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ELECTION 2012: Voters will choose new voice


Special election Tuesday, March 20, will fill seat held by Molinaro

GHENT–Voters in the largest Assembly district in the county, the 103rd, will go to the polls this Tuesday, March 20, to choose the person to fill the seat left vacant when former Assemblyman Marcus Molinaro resigned late last year to take up his new duties as Dutchess County executive.

In this special election, the only one in the county, Democrat Didi Barrett is running against Republican Richard Wager. Ms. Barrett, who lost her bid in 2010 for a seat in the state Senate, also has the endorsement of the Working Families Party. Mr. Wager, who has not previously run for office, also appears on the Conservative and Independence Party lines.


The 103rd Assembly District presently includes the city of Hudson and the towns of Ancram, Austerlitz, Canaan, Claverack, Copake, Ghent, Greenport, Hillsdale and Stockport in Columbia County and 12 Dutchess County towns, including Red Hook, Milan, Millerton and Pine Plains and much of the eastern side of that county, stretching south to the Putnam County border. Both candidates live in the Dutchess County Town of Washington.

The special election is the same day as village elections, and residents of the Village of Chatham who live in the Town of Ghent and some Philmont voters who normally vote in Claverack will have to vote at one site for village elections and another for the special Assembly contest. For more information contact the county Board of Elections, 518 828-3115 or go to the board’s website, for the list of polling places.

The winner Tuesday will serve the balance of Mr. Molinaro’s term, which expires at the end of the year. The current proposal for redrawn Assembly districts would put Columbia County and the Town of Washington in different districts next year, meaning neither Ms. Barrett nor Mr. Wager would be on the November ballot in this county. The proposal is not yet final.

There were nearly 81,000 active voters registered in the 103rd District as of last November. Only 27% of them live in Columbia County, where Democrats hold a slight plurality over the GOP in terms of registration. Republicans hold a big registration advantage in Dutchess County, which gives GOP candidates an edge.

Didi Barrett

Ms. Barrett, a community activist and leader of not-for-profit organizations in the Hudson Valley and New York City, has lived in the Town of Washington for 25 years. She has family ties to Ancramdale in Columbia County. She is a member of the advisory boards for: Poughkeepsie Plenty, a food justice project; the Poughkeepsie Farmer’s Market alliance with Walkway Over the Hudson; and SEED (Smart Eating Every Day), a healthy lifestyle project for rural children and families.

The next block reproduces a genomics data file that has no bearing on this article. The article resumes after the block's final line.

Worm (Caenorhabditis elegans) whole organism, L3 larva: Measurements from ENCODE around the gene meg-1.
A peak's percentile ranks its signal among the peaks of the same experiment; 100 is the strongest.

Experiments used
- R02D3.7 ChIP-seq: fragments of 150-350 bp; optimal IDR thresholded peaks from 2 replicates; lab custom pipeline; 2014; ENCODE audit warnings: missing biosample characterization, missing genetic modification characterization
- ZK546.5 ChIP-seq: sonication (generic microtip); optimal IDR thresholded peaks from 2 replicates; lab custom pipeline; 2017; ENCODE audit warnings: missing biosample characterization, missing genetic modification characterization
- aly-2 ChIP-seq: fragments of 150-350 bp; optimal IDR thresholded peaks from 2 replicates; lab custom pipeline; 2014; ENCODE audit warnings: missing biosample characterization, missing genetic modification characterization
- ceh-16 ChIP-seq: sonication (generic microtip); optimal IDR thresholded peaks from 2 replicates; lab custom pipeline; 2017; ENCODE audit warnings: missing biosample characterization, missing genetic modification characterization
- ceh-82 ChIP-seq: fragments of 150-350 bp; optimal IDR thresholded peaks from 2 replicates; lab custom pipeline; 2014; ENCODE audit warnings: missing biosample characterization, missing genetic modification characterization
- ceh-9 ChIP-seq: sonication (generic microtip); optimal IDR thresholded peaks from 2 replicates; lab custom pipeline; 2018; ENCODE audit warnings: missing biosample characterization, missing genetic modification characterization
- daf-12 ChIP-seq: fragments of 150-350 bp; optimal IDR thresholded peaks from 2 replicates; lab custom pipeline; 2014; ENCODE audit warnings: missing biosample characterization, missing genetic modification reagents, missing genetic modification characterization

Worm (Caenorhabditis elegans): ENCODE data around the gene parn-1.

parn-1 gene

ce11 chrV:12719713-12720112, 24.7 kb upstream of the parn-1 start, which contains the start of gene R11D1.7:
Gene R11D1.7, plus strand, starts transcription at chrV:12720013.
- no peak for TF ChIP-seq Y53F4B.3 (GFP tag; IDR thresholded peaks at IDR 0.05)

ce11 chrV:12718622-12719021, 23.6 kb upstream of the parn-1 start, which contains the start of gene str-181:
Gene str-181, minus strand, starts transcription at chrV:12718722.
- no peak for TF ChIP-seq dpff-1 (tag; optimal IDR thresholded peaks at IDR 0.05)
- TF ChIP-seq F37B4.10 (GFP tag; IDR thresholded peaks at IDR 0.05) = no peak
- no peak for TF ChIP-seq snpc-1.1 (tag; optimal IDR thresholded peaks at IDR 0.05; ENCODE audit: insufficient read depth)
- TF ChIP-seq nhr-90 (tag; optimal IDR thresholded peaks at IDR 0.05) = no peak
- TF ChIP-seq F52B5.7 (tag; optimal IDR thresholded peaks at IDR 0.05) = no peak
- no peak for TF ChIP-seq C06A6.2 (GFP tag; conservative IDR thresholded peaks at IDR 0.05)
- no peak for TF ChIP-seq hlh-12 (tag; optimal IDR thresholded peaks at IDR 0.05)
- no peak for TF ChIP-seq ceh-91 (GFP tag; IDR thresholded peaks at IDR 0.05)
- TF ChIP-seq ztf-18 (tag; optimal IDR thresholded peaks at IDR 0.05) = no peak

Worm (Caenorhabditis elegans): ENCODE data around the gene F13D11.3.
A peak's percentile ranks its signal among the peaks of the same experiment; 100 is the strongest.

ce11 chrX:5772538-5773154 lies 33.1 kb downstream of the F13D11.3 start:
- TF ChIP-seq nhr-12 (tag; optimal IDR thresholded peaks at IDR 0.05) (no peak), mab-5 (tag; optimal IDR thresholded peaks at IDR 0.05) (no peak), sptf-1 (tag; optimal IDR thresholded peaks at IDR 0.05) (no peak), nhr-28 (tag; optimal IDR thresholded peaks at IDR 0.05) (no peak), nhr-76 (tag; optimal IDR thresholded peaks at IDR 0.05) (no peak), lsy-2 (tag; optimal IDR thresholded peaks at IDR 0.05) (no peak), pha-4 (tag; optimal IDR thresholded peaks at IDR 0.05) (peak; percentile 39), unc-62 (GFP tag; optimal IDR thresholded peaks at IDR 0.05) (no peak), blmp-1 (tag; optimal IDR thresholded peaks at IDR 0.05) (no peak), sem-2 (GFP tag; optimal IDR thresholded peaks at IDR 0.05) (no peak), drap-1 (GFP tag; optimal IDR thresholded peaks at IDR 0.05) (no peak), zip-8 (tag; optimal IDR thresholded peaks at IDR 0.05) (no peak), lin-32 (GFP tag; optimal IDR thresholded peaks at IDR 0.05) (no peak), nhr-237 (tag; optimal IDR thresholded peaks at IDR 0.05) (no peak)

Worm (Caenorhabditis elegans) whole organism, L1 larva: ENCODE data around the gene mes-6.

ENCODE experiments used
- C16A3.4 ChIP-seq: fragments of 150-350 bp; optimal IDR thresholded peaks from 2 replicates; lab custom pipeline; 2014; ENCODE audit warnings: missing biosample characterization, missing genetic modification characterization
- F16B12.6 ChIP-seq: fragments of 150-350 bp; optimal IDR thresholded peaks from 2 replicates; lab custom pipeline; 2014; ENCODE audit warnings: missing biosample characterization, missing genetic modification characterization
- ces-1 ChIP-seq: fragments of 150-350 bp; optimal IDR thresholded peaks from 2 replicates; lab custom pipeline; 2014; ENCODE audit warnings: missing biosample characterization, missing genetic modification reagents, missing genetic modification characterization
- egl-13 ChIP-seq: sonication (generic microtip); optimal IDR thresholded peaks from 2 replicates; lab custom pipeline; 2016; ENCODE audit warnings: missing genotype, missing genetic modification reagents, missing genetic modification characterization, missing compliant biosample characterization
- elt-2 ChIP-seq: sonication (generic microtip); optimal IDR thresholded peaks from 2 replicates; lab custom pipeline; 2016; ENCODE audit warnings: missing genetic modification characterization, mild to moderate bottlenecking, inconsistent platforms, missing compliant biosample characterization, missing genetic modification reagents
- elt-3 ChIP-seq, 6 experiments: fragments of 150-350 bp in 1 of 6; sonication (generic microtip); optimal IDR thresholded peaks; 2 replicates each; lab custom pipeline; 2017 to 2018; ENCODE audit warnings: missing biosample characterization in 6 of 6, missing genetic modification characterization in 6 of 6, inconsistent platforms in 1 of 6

She spearheaded the creation of the Dutchess Girls Collaborative to support local girls and young women and helped launch and is a board member of the North East Dutchess Fund (NED) of the Berkshire Taconic Community Foundation, which focuses on improving life in the six towns in the northeastern part of the county. She helped create the NED Corps program to deliver social services to that region and serves on its affiliated Latino Roundtable. She is a trustee of the Anderson Foundation for Autism and is on the board of the Millbrook Education Foundation and has twice served as coordinator for Millbrook’s Community Day.

She and her husband David Barrett, have two children.

Her website is

Having run for state Senate in this same region less than two years ago, she says, “I know what people are thinking about,” adding that if she’s elected she will bring those concerns to the attention of the leadership of both the Assembly and Governor Cuomo.

She says she wants to “bring the resources of the state back to the district.” And she adds, “I can do that on Day 1” because she would be a member of the Democratic majority in the Assembly.

Ms. Barrett, who has worked on projects that support local agriculture, says that state government needs to be reminded how “beautiful and critical are farms are.” She praises the governor’s efforts to fund local economic projects and says that a regional economic development plan for this part of the Hudson Valley “can happen and happen quickly.”